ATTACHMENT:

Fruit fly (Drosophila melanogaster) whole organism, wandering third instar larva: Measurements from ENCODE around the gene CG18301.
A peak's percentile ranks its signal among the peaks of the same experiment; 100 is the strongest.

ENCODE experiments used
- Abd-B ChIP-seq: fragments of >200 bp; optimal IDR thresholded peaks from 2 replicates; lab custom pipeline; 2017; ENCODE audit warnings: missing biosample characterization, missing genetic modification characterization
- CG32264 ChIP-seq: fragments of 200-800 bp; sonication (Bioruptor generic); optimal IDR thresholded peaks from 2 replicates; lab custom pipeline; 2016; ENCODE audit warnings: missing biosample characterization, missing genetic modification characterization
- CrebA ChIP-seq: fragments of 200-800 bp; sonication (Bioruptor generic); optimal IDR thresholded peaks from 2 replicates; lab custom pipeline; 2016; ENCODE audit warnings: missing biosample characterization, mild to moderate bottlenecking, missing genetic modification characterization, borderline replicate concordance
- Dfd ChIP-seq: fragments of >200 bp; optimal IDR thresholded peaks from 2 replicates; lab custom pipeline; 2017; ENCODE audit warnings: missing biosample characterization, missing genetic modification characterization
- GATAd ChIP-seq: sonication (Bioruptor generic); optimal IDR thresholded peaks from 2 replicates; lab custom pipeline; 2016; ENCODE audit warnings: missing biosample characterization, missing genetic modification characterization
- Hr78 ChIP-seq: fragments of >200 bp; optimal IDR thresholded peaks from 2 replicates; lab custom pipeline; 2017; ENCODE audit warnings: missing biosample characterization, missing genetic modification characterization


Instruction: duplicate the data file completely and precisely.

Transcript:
Fruit fly (Drosophila melanogaster) whole organism, wandering third instar larva: Measurements from ENCODE around the gene CG18301.
A peak's percentile ranks its signal among the peaks of the same experiment; 100 is the strongest.

ENCODE experiments used
- Abd-B ChIP-seq: fragments of >200 bp; optimal IDR thresholded peaks from 2 replicates; lab custom pipeline; 2017; ENCODE audit warnings: missing biosample characterization, missing genetic modification characterization
- CG32264 ChIP-seq: fragments of 200-800 bp; sonication (Bioruptor generic); optimal IDR thresholded peaks from 2 replicates; lab custom pipeline; 2016; ENCODE audit warnings: missing biosample characterization, missing genetic modification characterization
- CrebA ChIP-seq: fragments of 200-800 bp; sonication (Bioruptor generic); optimal IDR thresholded peaks from 2 replicates; lab custom pipeline; 2016; ENCODE audit warnings: missing biosample characterization, mild to moderate bottlenecking, missing genetic modification characterization, borderline replicate concordance
- Dfd ChIP-seq: fragments of >200 bp; optimal IDR thresholded peaks from 2 replicates; lab custom pipeline; 2017; ENCODE audit warnings: missing biosample characterization, missing genetic modification characterization
- GATAd ChIP-seq: sonication (Bioruptor generic); optimal IDR thresholded peaks from 2 replicates; lab custom pipeline; 2016; ENCODE audit warnings: missing biosample characterization, missing genetic modification characterization
- Hr78 ChIP-seq: fragments of >200 bp; optimal IDR thresholded peaks from 2 replicates; lab custom pipeline; 2017; ENCODE audit warnings: missing biosample characterization, missing genetic modification characterization